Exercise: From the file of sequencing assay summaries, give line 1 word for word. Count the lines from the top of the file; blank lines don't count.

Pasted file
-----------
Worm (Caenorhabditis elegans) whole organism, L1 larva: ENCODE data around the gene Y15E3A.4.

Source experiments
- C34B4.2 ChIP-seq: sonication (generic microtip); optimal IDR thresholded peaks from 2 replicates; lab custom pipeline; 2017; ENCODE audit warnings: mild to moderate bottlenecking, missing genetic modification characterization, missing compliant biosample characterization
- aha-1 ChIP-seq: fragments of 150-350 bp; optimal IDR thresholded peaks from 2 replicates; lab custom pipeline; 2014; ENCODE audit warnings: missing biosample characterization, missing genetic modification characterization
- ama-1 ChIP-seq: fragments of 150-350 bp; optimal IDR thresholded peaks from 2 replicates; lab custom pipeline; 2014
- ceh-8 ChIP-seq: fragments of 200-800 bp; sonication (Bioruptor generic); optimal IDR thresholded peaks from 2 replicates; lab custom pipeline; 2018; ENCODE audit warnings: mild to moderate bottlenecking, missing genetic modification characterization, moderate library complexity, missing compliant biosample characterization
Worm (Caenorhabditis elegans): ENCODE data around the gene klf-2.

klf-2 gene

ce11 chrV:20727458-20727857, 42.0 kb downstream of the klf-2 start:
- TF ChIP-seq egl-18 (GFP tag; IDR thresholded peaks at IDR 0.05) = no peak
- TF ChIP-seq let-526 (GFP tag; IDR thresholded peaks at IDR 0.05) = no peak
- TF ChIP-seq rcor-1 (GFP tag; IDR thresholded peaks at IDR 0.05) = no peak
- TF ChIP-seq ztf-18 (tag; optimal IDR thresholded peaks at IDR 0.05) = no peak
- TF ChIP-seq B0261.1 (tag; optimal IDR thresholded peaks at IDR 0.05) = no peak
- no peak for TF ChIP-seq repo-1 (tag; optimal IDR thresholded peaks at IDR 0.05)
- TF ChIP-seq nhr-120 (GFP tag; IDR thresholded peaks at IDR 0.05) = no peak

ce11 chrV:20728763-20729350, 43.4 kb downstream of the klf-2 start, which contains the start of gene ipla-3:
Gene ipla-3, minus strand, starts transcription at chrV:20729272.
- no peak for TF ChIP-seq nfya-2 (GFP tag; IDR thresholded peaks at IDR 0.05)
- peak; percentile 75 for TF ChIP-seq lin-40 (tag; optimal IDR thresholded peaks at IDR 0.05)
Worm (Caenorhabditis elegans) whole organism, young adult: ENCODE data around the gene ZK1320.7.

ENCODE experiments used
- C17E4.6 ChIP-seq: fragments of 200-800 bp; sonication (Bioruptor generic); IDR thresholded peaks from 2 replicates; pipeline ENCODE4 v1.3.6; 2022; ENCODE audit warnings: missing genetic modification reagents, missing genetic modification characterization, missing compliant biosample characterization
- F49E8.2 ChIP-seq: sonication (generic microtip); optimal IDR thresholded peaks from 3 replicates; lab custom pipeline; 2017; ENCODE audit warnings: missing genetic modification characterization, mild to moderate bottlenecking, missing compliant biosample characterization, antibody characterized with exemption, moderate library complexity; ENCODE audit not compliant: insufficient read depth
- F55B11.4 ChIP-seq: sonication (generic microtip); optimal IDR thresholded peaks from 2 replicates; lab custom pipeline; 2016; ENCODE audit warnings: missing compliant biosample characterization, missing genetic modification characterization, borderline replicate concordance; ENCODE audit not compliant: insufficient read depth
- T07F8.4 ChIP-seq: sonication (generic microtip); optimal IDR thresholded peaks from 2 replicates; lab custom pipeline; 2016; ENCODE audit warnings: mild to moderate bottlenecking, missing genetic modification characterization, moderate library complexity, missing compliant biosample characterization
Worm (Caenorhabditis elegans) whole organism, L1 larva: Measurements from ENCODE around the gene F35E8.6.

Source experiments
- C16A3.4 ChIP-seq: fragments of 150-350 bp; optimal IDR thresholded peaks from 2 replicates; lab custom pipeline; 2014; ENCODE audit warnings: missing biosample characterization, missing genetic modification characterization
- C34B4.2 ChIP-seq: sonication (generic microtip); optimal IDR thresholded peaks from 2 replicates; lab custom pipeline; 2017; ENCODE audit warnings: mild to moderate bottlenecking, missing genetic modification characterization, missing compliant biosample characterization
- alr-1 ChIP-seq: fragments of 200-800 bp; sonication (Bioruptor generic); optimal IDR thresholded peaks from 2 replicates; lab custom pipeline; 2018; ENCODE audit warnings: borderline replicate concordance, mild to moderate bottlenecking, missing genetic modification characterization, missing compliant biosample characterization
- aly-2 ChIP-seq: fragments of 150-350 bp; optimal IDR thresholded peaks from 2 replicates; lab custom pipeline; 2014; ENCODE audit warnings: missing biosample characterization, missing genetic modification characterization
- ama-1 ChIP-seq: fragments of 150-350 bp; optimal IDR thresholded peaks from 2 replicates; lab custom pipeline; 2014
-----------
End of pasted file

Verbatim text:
Worm (Caenorhabditis elegans) whole organism, L1 larva: ENCODE data around the gene Y15E3A.4.